If the home that gives you shelter and houses your food were threatened, you’d likely do what you could to protect it. Gobies are no different. These tiny fish — just an inch long —live in coral, which protects them from predators and lets them eat algae on the coral and plankton from the surrounding water. But the coral sometimes needs protection too, and gobies are up to the job.
The Marine Science Institute's monthly column, Science and the SeaTM, is an informative and entertaining article that explains many interesting features of the marine environment and the creatures that live there. Science and the SeaTM articles appear monthly in one of Texas' most widely read fishing magazines, Texas Saltwater Fishing, the Port Aransas South Jetty newspaper, the newsletter of the Texas Chapter of the American Shore & Beach Preservation Association , and the Heartland Of America online newspaper. Our article archive is available also on our website.
You’ve heard of whales singing, but what about talking? If that sounds crazy, most marine biologists would have agreed until they had heard it — a whale trying to imitate human speech. In fact, they had not realized it was physically possible for whales to make those kinds of sounds until a beluga whale named NOC spoke up.
The Deepwater Horizon oil spill that began in spring 2010 was one of the largest ecological disasters of recent history. The big question has been — how do we clean up all that oil? Maybe we don’t have to do it all: man’s disaster has been bacteria’s feast, and the amount of oil these microscopic creatures have chowed down is colossal.
In the five months following the spill, naturally occurring bacteria digested 200,000 tons of oil and gas from the Gulf of Mexico. That’s equivalent to the weight of 415 fully-loaded 747 airplanes carrying maximum loads.
While Magellan’s first circumnavigation of the world made history, circling the globe is a regular annual trip for many albatrosses.
There are 21 species of these great seafaring birds — 19 of them are threatened or endangered, mostly due to being caught on baited hooks set by longline fishing boats. Albatrosses spend about 80 percent of their lives at sea. They don’t breed often and may spend one or two years between breeding seasons at sea foraging for squid, krill, fish and crustaceans.
While seahorses certainly are a unique-looking fish, that’s hardly their most unusual trait. Seahorses and their relatives, pipefishes, are the only family of fish in which the males become pregnant and give birth.The process begins with males seeking out the largest females, who provide the largest size and greatest number of eggs. The pair swim together, “hold tails” and “dance” for several mornings. Then, an 8-hour courtship dance leads to the actual mating.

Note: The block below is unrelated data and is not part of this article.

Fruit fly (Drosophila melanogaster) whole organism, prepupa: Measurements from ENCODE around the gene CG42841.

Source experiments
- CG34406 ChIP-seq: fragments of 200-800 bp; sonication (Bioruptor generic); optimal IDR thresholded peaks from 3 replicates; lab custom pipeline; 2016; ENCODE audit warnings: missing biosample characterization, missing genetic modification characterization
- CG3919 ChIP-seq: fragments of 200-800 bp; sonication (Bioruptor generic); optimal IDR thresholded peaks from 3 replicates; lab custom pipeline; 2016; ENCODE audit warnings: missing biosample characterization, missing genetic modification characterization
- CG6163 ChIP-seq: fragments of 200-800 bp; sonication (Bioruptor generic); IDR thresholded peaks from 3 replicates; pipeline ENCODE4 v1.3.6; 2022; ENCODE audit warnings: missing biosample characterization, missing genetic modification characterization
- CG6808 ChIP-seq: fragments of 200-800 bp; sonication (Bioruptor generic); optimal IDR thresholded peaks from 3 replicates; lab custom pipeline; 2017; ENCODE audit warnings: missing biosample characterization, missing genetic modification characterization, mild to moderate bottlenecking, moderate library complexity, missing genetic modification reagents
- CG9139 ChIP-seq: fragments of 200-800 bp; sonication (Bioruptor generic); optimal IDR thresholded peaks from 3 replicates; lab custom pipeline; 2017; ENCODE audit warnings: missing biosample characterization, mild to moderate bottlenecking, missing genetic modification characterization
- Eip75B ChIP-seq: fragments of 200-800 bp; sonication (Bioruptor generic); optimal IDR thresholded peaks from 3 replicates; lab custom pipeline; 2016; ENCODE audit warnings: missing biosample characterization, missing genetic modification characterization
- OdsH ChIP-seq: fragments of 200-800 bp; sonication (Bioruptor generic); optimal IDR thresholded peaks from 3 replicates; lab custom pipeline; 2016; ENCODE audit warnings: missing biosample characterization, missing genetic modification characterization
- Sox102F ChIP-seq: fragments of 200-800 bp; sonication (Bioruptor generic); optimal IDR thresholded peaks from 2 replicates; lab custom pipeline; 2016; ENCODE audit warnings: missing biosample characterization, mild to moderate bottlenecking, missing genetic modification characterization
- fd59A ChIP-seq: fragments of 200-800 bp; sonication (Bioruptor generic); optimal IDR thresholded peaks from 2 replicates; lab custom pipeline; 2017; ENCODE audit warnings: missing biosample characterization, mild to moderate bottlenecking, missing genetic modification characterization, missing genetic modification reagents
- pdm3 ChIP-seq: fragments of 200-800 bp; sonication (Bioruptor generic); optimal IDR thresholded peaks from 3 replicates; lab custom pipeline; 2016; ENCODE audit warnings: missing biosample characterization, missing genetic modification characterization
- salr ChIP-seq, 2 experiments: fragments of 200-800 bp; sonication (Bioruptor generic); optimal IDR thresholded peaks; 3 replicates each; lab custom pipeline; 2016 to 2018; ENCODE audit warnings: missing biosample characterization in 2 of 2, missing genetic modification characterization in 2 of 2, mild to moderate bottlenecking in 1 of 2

If being a “blue blood” is a sign of royalty, then horseshoe crabs may be the kings and queens of the sea. In fact, their unique blood is one reason they have survived for more than 450 million years.
Horseshoe crab blood is actually gray-white to pale yellow most of the time because it rarely carries much oxygen. But when oxygenated, horseshoe crab blood is blue because it contains the copper-based compound, hemocyanin, instead of the iron-containing hemoglobin that gives most other creatures red blood.
Horseshoe crabs are known as “living fossils” because they have survived on Earth for more than 450 million years. Although they have evolved in small ways over the millennia, they haven’t changed nearly as much as the world around them. Over the years, horseshoe crabs have seen the rise and fall of the dinosaurs, lived through the rise of the mammals and survived three major extinctions, including a huge one 250 million years ago that wiped out about 96% of marine creatures and 70% of large land animals.
This poison is called tetrodotoxin, a word coined after the puffer fish’s scientific name. It’s a potent neurotoxin that can kill even humans when ingested. Though this toxin was first identified in puffers, the fish don’t actually make it themselves — in a way, they borrow it.
When threatened, puffers puff themselves up by gulping down water and pumping it into their highly expandable stomachs, making their bodies difficult for predators to swallow. One spiny puffer species, called the balloonfish, swells to about 3 times its usual volume. Most of that increase is thanks to the stomach, whose many folds let it expand by 50 to 100 times! At the same time, hundreds of sharp spines all over its body stand erect.